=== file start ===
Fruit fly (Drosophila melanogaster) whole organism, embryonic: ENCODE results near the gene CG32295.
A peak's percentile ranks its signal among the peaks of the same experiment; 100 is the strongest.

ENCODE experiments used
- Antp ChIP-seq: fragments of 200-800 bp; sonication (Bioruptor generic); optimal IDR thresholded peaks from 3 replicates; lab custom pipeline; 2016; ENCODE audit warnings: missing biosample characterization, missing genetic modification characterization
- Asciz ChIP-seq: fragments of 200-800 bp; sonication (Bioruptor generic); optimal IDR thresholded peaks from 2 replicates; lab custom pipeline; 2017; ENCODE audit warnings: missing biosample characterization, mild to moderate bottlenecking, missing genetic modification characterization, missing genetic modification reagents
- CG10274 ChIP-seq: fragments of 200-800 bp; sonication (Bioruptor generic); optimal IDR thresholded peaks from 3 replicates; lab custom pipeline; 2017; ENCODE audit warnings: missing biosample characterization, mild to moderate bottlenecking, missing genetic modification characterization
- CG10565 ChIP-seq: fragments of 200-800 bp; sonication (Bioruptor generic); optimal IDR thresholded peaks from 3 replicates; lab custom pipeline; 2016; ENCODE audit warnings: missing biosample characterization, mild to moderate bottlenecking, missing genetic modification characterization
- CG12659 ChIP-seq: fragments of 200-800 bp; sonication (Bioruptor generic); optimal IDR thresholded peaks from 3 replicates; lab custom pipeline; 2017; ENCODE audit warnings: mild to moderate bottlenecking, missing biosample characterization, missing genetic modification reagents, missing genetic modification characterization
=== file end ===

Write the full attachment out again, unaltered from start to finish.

Fruit fly (Drosophila melanogaster) whole organism, embryonic: ENCODE results near the gene CG32295.
A peak's percentile ranks its signal among the peaks of the same experiment; 100 is the strongest.

ENCODE experiments used
- Antp ChIP-seq: fragments of 200-800 bp; sonication (Bioruptor generic); optimal IDR thresholded peaks from 3 replicates; lab custom pipeline; 2016; ENCODE audit warnings: missing biosample characterization, missing genetic modification characterization
- Asciz ChIP-seq: fragments of 200-800 bp; sonication (Bioruptor generic); optimal IDR thresholded peaks from 2 replicates; lab custom pipeline; 2017; ENCODE audit warnings: missing biosample characterization, mild to moderate bottlenecking, missing genetic modification characterization, missing genetic modification reagents
- CG10274 ChIP-seq: fragments of 200-800 bp; sonication (Bioruptor generic); optimal IDR thresholded peaks from 3 replicates; lab custom pipeline; 2017; ENCODE audit warnings: missing biosample characterization, mild to moderate bottlenecking, missing genetic modification characterization
- CG10565 ChIP-seq: fragments of 200-800 bp; sonication (Bioruptor generic); optimal IDR thresholded peaks from 3 replicates; lab custom pipeline; 2016; ENCODE audit warnings: missing biosample characterization, mild to moderate bottlenecking, missing genetic modification characterization
- CG12659 ChIP-seq: fragments of 200-800 bp; sonication (Bioruptor generic); optimal IDR thresholded peaks from 3 replicates; lab custom pipeline; 2017; ENCODE audit warnings: mild to moderate bottlenecking, missing biosample characterization, missing genetic modification reagents, missing genetic modification characterization